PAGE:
Spectral boundary conditions and solitonic solutions in a classical Sellmeier dielectric

The European Physical Journal C, Jun 2017

Electromagnetic field interactions in a dielectric medium represent a longstanding field of investigation, both at the classical level and at the quantum one. We propose a \(1+1\) dimensional toy-model which consists of an half-line filling dielectric medium, with the aim to set up a simplified situation where technicalities related to gauge invariance and, as a consequence, physics of constrained systems are avoided, and still interesting features appear. In particular, we simulate the electromagnetic field and the polarization field by means of two coupled scalar fields \(\phi ,\psi \), respectively, in a Hopfield-like model. We find that, in order to obtain a physically meaningful behavior for the model, one has to introduce spectral boundary conditions depending on the particle spectrum one is dealing with. This is the first interesting achievement of our analysis. The second relevant achievement is that, by introducing a nonlinear contribution in the polarization field \(\psi \), with the aim of mimicking a third order nonlinearity in a nonlinear dielectric, we obtain solitonic solutions in the Hopfield model framework, whose classical behavior is analyzed too.

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Spectral boundary conditions and solitonic solutions in a classical Sellmeier dielectric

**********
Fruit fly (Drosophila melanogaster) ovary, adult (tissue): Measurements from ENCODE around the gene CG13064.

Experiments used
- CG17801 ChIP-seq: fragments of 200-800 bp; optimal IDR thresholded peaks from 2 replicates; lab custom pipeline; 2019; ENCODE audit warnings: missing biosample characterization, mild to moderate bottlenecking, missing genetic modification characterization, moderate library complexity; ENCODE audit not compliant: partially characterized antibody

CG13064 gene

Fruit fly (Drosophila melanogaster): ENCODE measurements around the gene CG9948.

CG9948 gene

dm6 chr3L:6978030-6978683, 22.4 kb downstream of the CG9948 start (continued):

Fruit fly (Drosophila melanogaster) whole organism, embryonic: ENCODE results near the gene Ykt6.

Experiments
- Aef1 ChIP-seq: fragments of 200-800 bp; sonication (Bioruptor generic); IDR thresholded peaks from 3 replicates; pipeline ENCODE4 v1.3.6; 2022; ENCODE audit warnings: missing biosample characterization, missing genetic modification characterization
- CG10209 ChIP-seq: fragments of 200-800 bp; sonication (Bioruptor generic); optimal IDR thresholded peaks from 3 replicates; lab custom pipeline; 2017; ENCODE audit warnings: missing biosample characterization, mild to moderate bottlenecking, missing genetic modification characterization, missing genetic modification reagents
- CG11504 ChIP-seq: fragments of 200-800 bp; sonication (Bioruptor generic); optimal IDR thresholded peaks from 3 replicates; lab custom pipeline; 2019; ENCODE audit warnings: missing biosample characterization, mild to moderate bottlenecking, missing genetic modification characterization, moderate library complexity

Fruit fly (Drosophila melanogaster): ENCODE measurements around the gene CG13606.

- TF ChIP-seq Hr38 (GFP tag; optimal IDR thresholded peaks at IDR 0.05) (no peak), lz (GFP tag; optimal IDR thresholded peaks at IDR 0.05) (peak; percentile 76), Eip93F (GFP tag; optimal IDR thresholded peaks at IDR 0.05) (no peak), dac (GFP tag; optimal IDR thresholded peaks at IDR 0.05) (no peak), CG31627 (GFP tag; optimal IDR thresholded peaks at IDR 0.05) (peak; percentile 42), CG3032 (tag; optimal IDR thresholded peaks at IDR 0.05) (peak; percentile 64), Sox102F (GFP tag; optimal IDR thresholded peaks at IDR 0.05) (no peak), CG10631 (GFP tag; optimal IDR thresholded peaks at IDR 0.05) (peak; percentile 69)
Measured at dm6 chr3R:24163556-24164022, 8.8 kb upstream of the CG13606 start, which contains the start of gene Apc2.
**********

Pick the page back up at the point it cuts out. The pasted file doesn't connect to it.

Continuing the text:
Eur. Phys. J. C Spectral boundary conditions and solitonic solutions in a classical Sellmeier dielectric F. Belgiorno 1 2 4 S. L. Cacciatori 0 4 A. Viganò 3 0 Department of Science and High Technology, Università dell'Insubria , Via Valleggio 11, 22100 Como , Italy 1 INdAM-GNFM , Rome , Italy 2 Dipartimento di Matematica, Politecnico di Milano , Piazza Leonardo 32, 20133 Milan , Italy 3 Dipartimento di Fisica, Universitá degli Studi di Milano , Via Celoria 16, 20133 Milan , Italy 4 INFN sezione di Milano , Via Celoria 16, 20133 Milan , Italy Electromagnetic field interactions in a dielectric medium represent a longstanding field of investigation, both at the classical level and at the quantum one. We propose a 1 + 1 dimensional toy-model which consists of an half-line filling dielectric medium, with the aim to set up a simplified situation where technicalities related to gauge invariance and, as a consequence, physics of constrained systems are avoided, and still interesting features appear. In particular, we simulate the electromagnetic field and the polarization field by means of two coupled scalar fields φ , ψ , respectively, in a Hopfield-like model. We find that, in order to obtain a physically meaningful behavior for the model, one has to introduce spectral boundary conditions depending on the particle spectrum one is dealing with. This is the first interesting achievement of our analysis. The second relevant achievement is that, by introducing a nonlinear contribution in the polarization field ψ , with the aim of mimicking a third order nonlinearity in a nonlinear dielectric, we obtain solitonic solutions in the Hopfield model framework, whose classical behavior is analyzed too. In the framework of electromagnetic field interactions in a dielectric medium, both at the classical level and at the quantum one, a very rich phenomenology appears, involving several phenomena, from the standard dispersion law to Hawking-like pair creation. We have developed in our previous studies an analysis of the Hopfield model, which has be made relativistically covariant, and suitably extended in order to keep into account in a semi-phenomenological way the possibility that e.g. the dielectric susceptibility (and/or the - resonance frequency) depends on spacetime variables, with the aim of simulating the standard Kerr effect in a nonlinear dielectric [1, 2]. Quantization has been taken into account in [1, 3]. The analysis with scalar models has been developed in [2, 4], with the aim of gain knowledge of the basic physics at hand without all tricky technicalities which are associated with gauge invariance. A further step towards a more complete analysis is contained in [5], where a full four dimensional electromagnetic field in a nonlinear dielectric medium and the analogue Hawking effect have been investigated. As a further contribution to our investigation of the Hopfield model, we extend our analysis by considering a dielectric medium which does not fill all the space as in our previous work. We propose a 1 + 1 dimensional toy-model which consists of an half-line filling dielectric medium, with the aim to set up a simplified situation where technicalities related to gauge invariance and, as a consequence, physics of constrained systems are avoided, and still interesting features appear. In particular, we simulate the electromagnetic field and the polarization field by means of two coupled scalar fields which are indicated as φ , ψ respectively, in a model which is inherited by the Hopfield model. The interface between the vacuum region and the dielectric one is represented by z = 0, and the dielectric medium fills the region z ≥ 0. The electromagnetic field φ is involved with both the vacuum region and the dielectric one, whereas the polarization ψ is different from zero only in the dielectric region. By analyzing the particle spectrum of the model we find that, in order to obtain a physically meaningful behavior, one has to introduce boundary conditions depending on the particle spectrum one is dealing with. Indeed, for the electromagnetic field one finds that smooth solutions with continuous φ , ∂z φ at the interface z = 0 does not correspond to a complete scattering basis, due to the presence of a spectral gap (i.e. a gap in the particle spectrum) associated with the presence of the dielectric medium. Note that, for simplicity, we are purposefully dealing with a transparent dielectric medium (absorption would require further efforts at the quantum level). For particles in the spectral gap, we have to impose Dirichlet boundary conditions at the interface, meaning a complete reflection for the associated electromagnetic modes. This is the first interesting achievement of our analysis. We also introduce a nonlinear contribution in the polarization field ψ , with the aim of mimicking a third order nonlinearity in a nonlinear dielectric medium. We obtain exact solutions, which correspond to propagating solitons, and study their energy propagation both in a global sense (spatial integrals) and in a local one (Poynting vectors). This is the second achievement of our analysis. It is worth mentioning that there exists a huge literature concerning electromagnetic field in the presence of a dielectric medium filling an half-space, mainly in a framework where phenomenological refractive index appears. We limit ourselves to quoting a classical textbook [6], for classical scattering of light, and the seminal study [7], concerning the effects of spatial dispersion. See also [8] on energy propagation. As to quantization of the 1 + 1 dimensional system, we refer to [9, 10], where a phenomenological approach to the electromagnetic field in inhomogeneous and dispersive media is assumed. 2 The half-line filling model We will consider a 1 + 1 dimensional problem, where a straight line, parametrized by the coordinate z, is filled by a dielectric medium for z ≥ 0. The dielectric is described by a field ψ , and interacts with a “scalar” electromagnetic field φ. The system is described by the action z≥0 21 ψ˙ 2 − ω202 ψ 2 − gφψ˙ where the dot indicates time derivative. We require for ψ to be smooth in z ≥ 0, to vanish elsewhere, but we do not add continuity conditions in z = 0. For φ there is the requirement of smoothness in z ≥ 0, and in z < 0, and to be of class C 1(R). Our aim is to show that such boundary conditions are not sufficient in order to get a “good problem”. The equations of motion are thus 2 ψ¨ + ω0ψ − gφ˙ = 0, for z ≥ 0, (2.3) c(k)e−iω(k)t + ikz +c(k)∗eiω(k)t−ikz , ba (k)e−iωa (k)t+ikz + ba (k)∗eiωa (k)t−ikz , dk ωa2(k) − k2 R 4π ωa (k)n(ωa (k)) i gωa (k) ba (k)e−iωa (k)t+ikz − ba (k)∗eiωa (k)t−ikz , with the condition where the prime indicates the spatial derivative. We further require for the energy to be finite, which is equivalent to the condition [φ˙ 2 + φ 2 + ψ˙ 2 + ω02ψ 2]dz < ∞. Physically, any initial condition compatible with (2.5) should be possible. 2.1 General solution and plane wave bases We can take the Fourier transform of the fields in order to get the general solution. If we define φ = φ< + φ≥, where and χ is the characteristic function, and similar for ψ , then we get a=± a=± k02 = k2 In particular, ω± are the positive branches corresponding to the dispersion relation where k0 is the time component of the two-momentum. The coefficients c, b± are related by imposing the boundary conditions for φ on z = 0. Equivalently, we can look for a basis of plane wave solutions, say, a scattering basis. After some tedious algebra we get the positive frequency “basis” (φk , ψk )t defined by k2 − q2 q = q(k) = k is such that ω(k) = ωa (q(k)). Notice that q(k), and then the scattering basis, is defined only for |k| < ω0 or |k| > ω02 + g2 ≡ ω¯ . This leads to the problem being ill defined, which we will now investigate. 3 The spectral boundary conditions In order to understand the ill definiteness of the problem let us first discuss the simple origin of the trouble. The point is where −1 that the modes with ω0 ≤ |k| ≤ ω¯ correspond to the gap in the dispersion relations in the medium (see the Fig. 1). Thus, for such modes the relation ω(k) = ωa (q(k)) cannot be satisfied. For these, ba = 0 and the Neuman condition on z = 0 implies that c(k) = 0 for the modes in the gap. From the physical point of view this means that modes with k-vector in the gap cannot propagate in z < 0, which sounds absurd! As to say that a φ-laser with frequency centered, say, at ω = (ω0 +ω¯ )/2 cannot work because somewhere far away (no matter how much) is present a dielectric with a gap in the spectrum. From the mathematical point of view, this corresponds to incompleteness of the scattering basis, because it does not allow for describing all possible finite energy initial states, since initial states living in vacuum with modes in the gap are complementary to the scattering basis, as we will now argue. 3.1 Incompleteness of the scattering basis In some sense we can say that the scattering basis is complete in the right side, inside the matter. Indeed, if we define k± = ω±( p) p/| p|, for z > 0 we can write In a similar way we can reproduce the combination reproducing e−i pz in z > 0. This does not provide an equivalent set of functions since there remain further possible combination, which are sin(k+z) − i cos(k−z) , φk− + φ−k− + φ−k+ = 2θ (−z) sin(k−z) , This way, the generators ei pz are realized for z > 0. Notice that for z < 0 where (., .) stands for the standard product in L2. Then we obtain φ1∗←→∂0φ2 + (ψ1∗←→∂0ψ2 + g(ψ1∗φ2 − φ1∗ψ2))χ> . In order to better understand the problem of completeness and of the boundary conditions, we introduce the Hamiltonian operator H such that the equations of motion are written in a Hamiltonian form: ⎛ φ ⎞ ⎛ πφ ⎞ ∂0 ⎜⎜ πφψχ> ⎟⎟ = ⎜⎜⎝ ∂z2φ −(πgψπψ+χg>φ−)χg>2φχ> ⎟⎠⎟ ⇐⇒ ∂0 = H ψ, ⎝ πψ χ> ⎠ −ω02ψχ> It is not difficult to show that the operator Hˆ := i H is formally selfadjoint with respect to the inner product < ., . > defined above. In order to verify this, we must integrate by part the derivative contributions appearing in the operator Hˆ . So doing, we discover that in z = 0 some boundary terms appear, which are a priori possible hindrances to the hermiticity of the operator itself. These boundary terms are of the form we can get rid of them in three ways: (a) we can impose the continuity of the field and of its derivative at z = 0, as in the case of a standard problem of scattering in the presence of a step-like potential barrier; (b) we can impose Dirichlet boundary conditions at z = 0; (c) we can apply Neumann boundary conditions at z = 0. We point out that our function space, endowed with the aforementioned inner product, is a Krein space (negative norm states, which amount to antiparticles in a quantum field theory framework, appear). Selfadjointness means in this case that Hc := ( Hˆ )† coincides with Hˆ . We note that the spectrum of the Hamiltonian operator coincides with the one-particle frequencies which do not provide a complete set of solutions since exactly the modes with vector k in the gap are absent. We have looked at the field φ only, since for ψ we can add arbitrary k modes with frequency ω0 so that there are no problems of completeness. Thus we see that in order to have a complete set of solutions we should add those modes which vanish in z > 0 and have the spectral parameter k in the gap ω0 ≤ |k| ≤ ω¯ . The completion of the basis is obtained by adding the gap modes Now we can construct the projection operators in order to specify the spectral boundary conditions. 3.2 Inner product, Hamiltonian and boundary conditions Let us define We also define the symplectic matrix the multicomponent field and also the inner product 1, 2 > = ( 1, ω, ωα which were discussed in the previous section. Note also that such frequencies are conserved, as separation of variables easily shows. In order to judge about the selfadjointness problem, we could proceed as follows: let us consider eigenstates = exp(−i ωt ) f (z), with the spatial part f (z) smooth with compact support. This requirement is such that boundary terms immediately disappear, as in the case (a) above, but there remains a problem. Indeed, such a choice of functional space implies that the fields and their partial derivatives with respect to z are continuous in z = 0, and this requirement eliminates the boundary terms. Still, there is an unsatisfactory property from a physical point of view, i.e. the electric field would vanish for all the frequencies belonging to the mass gap, which is not a physically acceptable property for what was discussed previously. Then we must provide a further specification for the physical domain of Hˆ . If we require that Dirichlet boundary conditions are satisfied at z = 0 for all the frequencies in the mass gap of our dispersion law, then we obtain a satisfactory behavior for our operator. As it is a selfadjoint operator, its eigenfunctions are orthogonal for ω = ω . We can define a projector Pgap which is such that the boundary conditions become With these boundary conditions one takes into account properly the fact that, in the mass gap, z = 0 becomes a sort of infinite barrier which expels the field from inside the dielectric medium because the Sellmeier relation displays a massgap region in the spectrum. This unusual feature is due to the transparency of the medium, which simplifies greatly the quantum version of the model but does not allow one to obtain a completely satisfactory model. Notice that continuity of the field and of its z-derivative is not a boundary condition, but takes into account the finiteness of the barrier for all frequencies outside the mass gap (the electric field can live both inside and outside). Our analysis for the Hopfield model is in agreement with the short discussion appearing in [7] and concerning the exciton behavior in the case of absence of spatial dispersion (see Sect. 2 therein). It is also remarkable that a spectral boundary condition of the type Bs φ := Pgapφ|z=0 ⊕ ∂z (1 − Pgap)φ|z=0 = 0, would produce unphysical results, as it would imply no transmission in the scattering basis for the field φ. Note that the static solution exists if and only if b > 0, so v > ω0/g. All of this is true in the comoving frame; in order to obtain solutions in the lab frame, we boost our functions by z → γ (z − V t ), so arctan tanh Note that (2.1) is obtained by means of vμ = (1, 0) and λ = 0. We set v = γ V for the velocity of the dielectric perturbation on the z-axis, and imposing the staticity φ (t, z) ≡ φ (z), ψ (t, z) ≡ ψ (z), we obtain a := arctan tanh 4 Solitonic solution In this section, we introduce a nonlinear term in the polarization field ψ and look for solitonic solutions of the field equations. We recall that solitons in Kerr dielectric media are usually derived in the framework of the so-called nonlinear Schroedinger equation (NLS). See e.g. [11] for NLS, and [12] for solitonic solutions in fiber optics. See also [13] for further discussion. We look for a static solution in the dielectric, in the comoving frame; we rewrite the Hamiltonian action (2.1) in a covariant form, and add a self interaction ψ 4 term simulating the Kerr effect, i.e. generating a dielectric perturbation moving with substantially constant velocity in the bulk dielectric medium: z≥0 2 (vμ∂μψ )2 − ω202 ψ 2 − gφvμ∂μψ − 4λ ψ 4 dz This is our solution in the dielectric (z > 0). It is useful to provide also for z > 0 Now, we want to glue this solution with that in the vacuum; since the dielectric is moving, the field in vacuum is timedependent, so the general solution to φ = 0 is φ (t, z) = α(z − t ) + β(z + t ), while ψ = 0 in z < 0. We have to impose the gluing conditions at z = 0 for every time t : we want the continuity of the field φ and of its normal derivative ∂nφ (which is equivalent, in the lab frame, to ∂z φ). We obtain aγ gv(1 + V ) α (z − t ) = 2 cosh(bγ V (z − t )) , aγ gv(1 − V ) β (z + t ) = 2 cosh(bγ V (z + t )) . We can interpret our solution in this way: we have a progressive wave α(z − t ) that hits upon the dielectric. After the collision, we will have a reflected wave β(z + t ) and a transmitted wave (4.7), plus the polarization field (4.6). In order to confirm our physical interpretation, we are going to calculate the total energy of the system. 4.1 Solitonic energy The Hamiltonian of the theory (in lab frame) is we split our calculus in vacuum and dielectric parts: we start with the vacuum part. In vacuum, the Hamiltonian is reduced to (ψ = 0) (1 + V )2 (1 − V )2 × cosh2(bγ V (z − t )) + cosh2(bγ V (z + t )) ; (4.13) therefore, the total energy in z < 0 is EV = dz HV = We note immediately that EV is strictly positive, and that is a decreasing function of t , as we expected. The Hamiltonian in the dielectric is equivalent to (4.12), and explicitly HD = cosh2(bγ (z − V t )) ; the energy in the dielectric is E D = dz HD = E D is an increasing function, and it is positive too. This calculus confirms our physical picture: we have an energy flux from z → −∞ to z → +∞, because energy in vacuum decreases in time, while the dielectric is progressively filled and its energy increases. It is worthwhile noting that energy in vacuum does not converge to zero, because there exists a reflected wave β(z + t ). At t → +∞, both EV and E D become constant, and this situation corresponds to a “fulfilled” system. Now, we obtain the total amount of energy: since action (4.1) is invariant under temporal translation, total energy is a Noether charge, so we expect that it is timeindependent. Indeed Etot = EV + E D = as expected it is time-independent, and Etot > 0. It is interesting to observe that our solitonic solution fulfills four properties which are associated as ‘definitory properties’ to solitons in [14]: (1) finite total energy; (2) finite, non-singular and localized energy density, where localization means that at any time t the region where H ≥ δ, for any δ ∈ (0, maxz H), is bounded; (3) the solitonic solution is non-singular; (4) the solitonic solution is non-dissipative (in the sense that maxz H does not vanishes as t → ∞). There is also a fifth (and last) property, i.e. classical stability in the sense of Lyapunov, which is shown to be implemented in the following section. 4.2 Transmission and reflection coefficients The naive expectation for the process at hand is the following: one would expect that the scattering of the solitonic wave starts from the left, z 0, at very early times, t → −∞, with a progressive wave moving towards the interface z = 0, and that at very far times in the future, t → +∞, one gets two separate packets, the first counter-propagating in the vacuum region z 0 (reflected wave) and the second one progressing in the dielectric medium z 0 with velocity V (transmitted wave). We show that this is the case, and we provide the reflection and the transmission coefficients. Usually, one could approach the problem by using the component Jz of the current density. In the present case, this is not possible because there is no charge displacement in the medium and then Jz = 0. We can then approach the problem by recalling that the canonical stress-energy tensor can be calculated, and in particular the component T0z represents the flux of energy through a surface orthogonal to the zdirection. To be more specific, we calculate T0z for the only field which propagates in our system: the ‘electromagnetic field’ φ.1 We get and, in particular, we are interested in T 0z = (∂ 0φ)(∂ z φ) =: Sz , where Sz is the equivalent of the Poynting vector for the electromagnetic field. Then we get Let us consider the vacuum region z < 0: In the dielectric region z ≥ 0 we obtain where we indicate with φD the field φ in the dielectric region. Let us consider the field at t 0 and for z 0. In order to get a field which is appreciably different from zero, we should impose t ∼ z, in such a way to obtain the peak value for α , whereas β ∼ 0 and φD = 0. In such a situation, we have This situation represents the initial pulse which moves towards z = 0 from the left. It is also useful to note that for t 0 and z > 0 one has φD (z + V |t |) ∼ 0. 1 Indeed, there is no real propagation of the polarization field ψ , which is present only in the z ≥ 0 region and is in some sense pathological: it represents fixed dipoles oscillating around a fixed position in space, with a given frequency ω0, and exists just in the dielectric medium. Then it cannot be involved in energy transport. It can be noted that its contribution to the stress-energy tensor would be non-symmetric, even if it is just a scalar field. A Belinfante–Rosenfeld procedure could be taken into account, or even an Abraham-like tensor could be set up for the polarization part. Still, a scattering picture would be meaningless, as, by definition, ψ is just present for z ≥ 0. Let us now consider t 0, i.e. the final state. In the region z 0, we get a field appreciably different from zero only for t ∼ −z, i.e. we get a reflected packet with In the dielectric region, we obtain a non-vanishing contribution only for t ∼ z/ V , which correspond to the peak of the transmitted packet. Summarizing, we have the Poynting vector for the initial packet, for the reflected one and for the transmitted one, respectively: 0, z ∼ t ) It is interesting to point out that the Poynting vector Sz is continuous at the surface z = 0, as would be expected for the Poynting vector in the full electromagnetic case: (α )2(t ) − (β )2(t ) = V (φD )2(t ). Indeed, one obtains R : = T : = R + T = 1. We can then obtain the reflection and the transmission coefficients: 0, z ∼ −t ) 0, z ∼ V t ) 5 Stability Stability of solitons is a nontrivial problem, addressing which one has to face in dimension greater than two with a strong no-go theorem due to Hobart and Derrick. A subtle distinction between absolute stability and stability in the sense of Lyapunov has to be taken into account, as discussed e.g. in [15, 16]. We consider for simplicity the case of an infinite dielectric, but extensions to our previous framework are possible (see below). In our analysis, we follow the ideas contained in [16], and we are able to infer the stability of our soliton solution. The starting point consists in writing the Hamiltonian operator as a function of the field momenta and the fields themselves: Then one has to consider an expansion of H up to the second order in the field and momenta variations δπφ , δπψ , δφ , δψ around the soliton solution, taking into account that the first order contribution vanishes (as the soliton solution is ‘on shell’, i.e. satisfies the Hamiltonian equations of motion). By defining 1 H (πφ , πψ , φ , ψ ) = H0 + 2 δ P t T δ P where H0 is the zeroth-order contribution associated with the solitonic solutions, and where higher order contributions are neglected. For simplicity, we work in the lab frame. Explicitly, we get T = G = V = K = where ψ0 corresponds to the solitonic solution. Then one finds a second order operator, where Gt stays for the transposed matrix. It can be noted that, having G = 0, in our model appear gyroscopic-like contributions, which require that stability in the Lyapunov sense is shifted from the requirement of minimality of the energy where X (z) is the suitable vector function depending only on z, is stable in the sense of Lyapunov if the equation admits only real solutions ω ∈ R. Note that the symplectic eigenvector X satisfies functional, to more general conditions [16]. According to the analysis in [16], by introducing the symplectic matrix (3.8), a stationary solution In the present case, by using with some ingenuity the rule det A = det A11 det( A22 − A21 A1−11 A12), which holds for a block square matrix A with equal square blocks A11, A12, A21, A22, ) = 0 A = ) = det We can observe that momentarily neglecting the contribution associated with ψ0, one in essence obtains the dispersion relation in the dielectric medium, as is easy to realize by means of a Fourier analysis of the above operator. We know that ω is real when ω2 is outside the forbidden interval (ω02, ω02 + g2), which corresponds to the well-known mass gap in the Sellmeier dispersion relation delimiting the reality of the refractive index in optics. We have also to keep into account that the ψ0 contribution, for positive λ, is a positive and bounded operator which represents a small perturbation with respect to the (unbounded) operator ω2 0 −ω2. Such a perturbation is substantially not able to perturb in any sensible way the reality of ω, in the sense that if we define s2 := ω02 + λ2 sup(ψ02), then stability in the above sense is ensured as far as = 0. which correspond to the stability conditions for the case at hand. In the case of semi-infinite dielectric medium, one finds that the Hamiltonian H is split into two expressions, one for the vacuum region and the other for the dielectric region. As a consequence, the operator K above is split into two expressions too: K = where K> is formally the same as in the infinite dielectric medium discussed above, and K< is a free field contribution associated only with πφ , φ (as the polarization field contribution vanishes). The latter contribution does not affect the stability properties discussed above. 6 Conclusions In the framework of a 1 + 1 dimensional toy-model which consists of an half-line filling dielectric medium, simulating the electromagnetic field and the polarization field by means of two coupled scalar fields φ, ψ , respectively, in a Hopfield-like model, we have achieved substantially two relevant results. The first one is that boundary conditions associated with the spectrum of quasi-particles (polaritons) are necessary in order to match with meaningful physics. Indeed, in order to avoid an unphysical behavior in the case of the ‘mass gap’, one is forced to impose reflection at z = 0 for the electromagnetic field φω when ω falls in the mass gap. This is a somewhat unexpected condition, which can be related to the requirement of transparency of the dielectric medium. The second result is that, in a nonlinear model, solitonic solutions exist, whose behavior has been studied. All relevant properties of solitons are shown to be fulfilled. Indeed, we have considered the energy behavior both in a global sense, by studying how the energy changes with time in the different parts of our setting, and in a local sense, by means of the analysis, based on T0z , which represents the flux of energy through a surface orthogonal to the z-direction. We have also Open Access This article is distributed under the terms of the Creative Commons Attribution 4.0 International License (http://creativecomm ons.org/licenses/by/4.0/), which permits unrestricted use, distribution, and reproduction in any medium, provided you give appropriate credit to the original author(s) and the source, provide a link to the Creative Commons license, and indicate if changes were made. Funded by SCOAP3. 1. F. Belgiorno , S.L. Cacciatori , F. Dalla Piazza , The Hopfield model revisited: covariance and quantization . Phys. Scr . 91 , 015001 ( 2016 ) 2. F. Belgiorno , S.L. Cacciatori , F. 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F. Belgiorno, S. L. Cacciatori, A. Viganò. Spectral boundary conditions and solitonic solutions in a classical Sellmeier dielectric, The European Physical Journal C, 2017, DOI: 10.1140/epjc/s10052-017-4975-6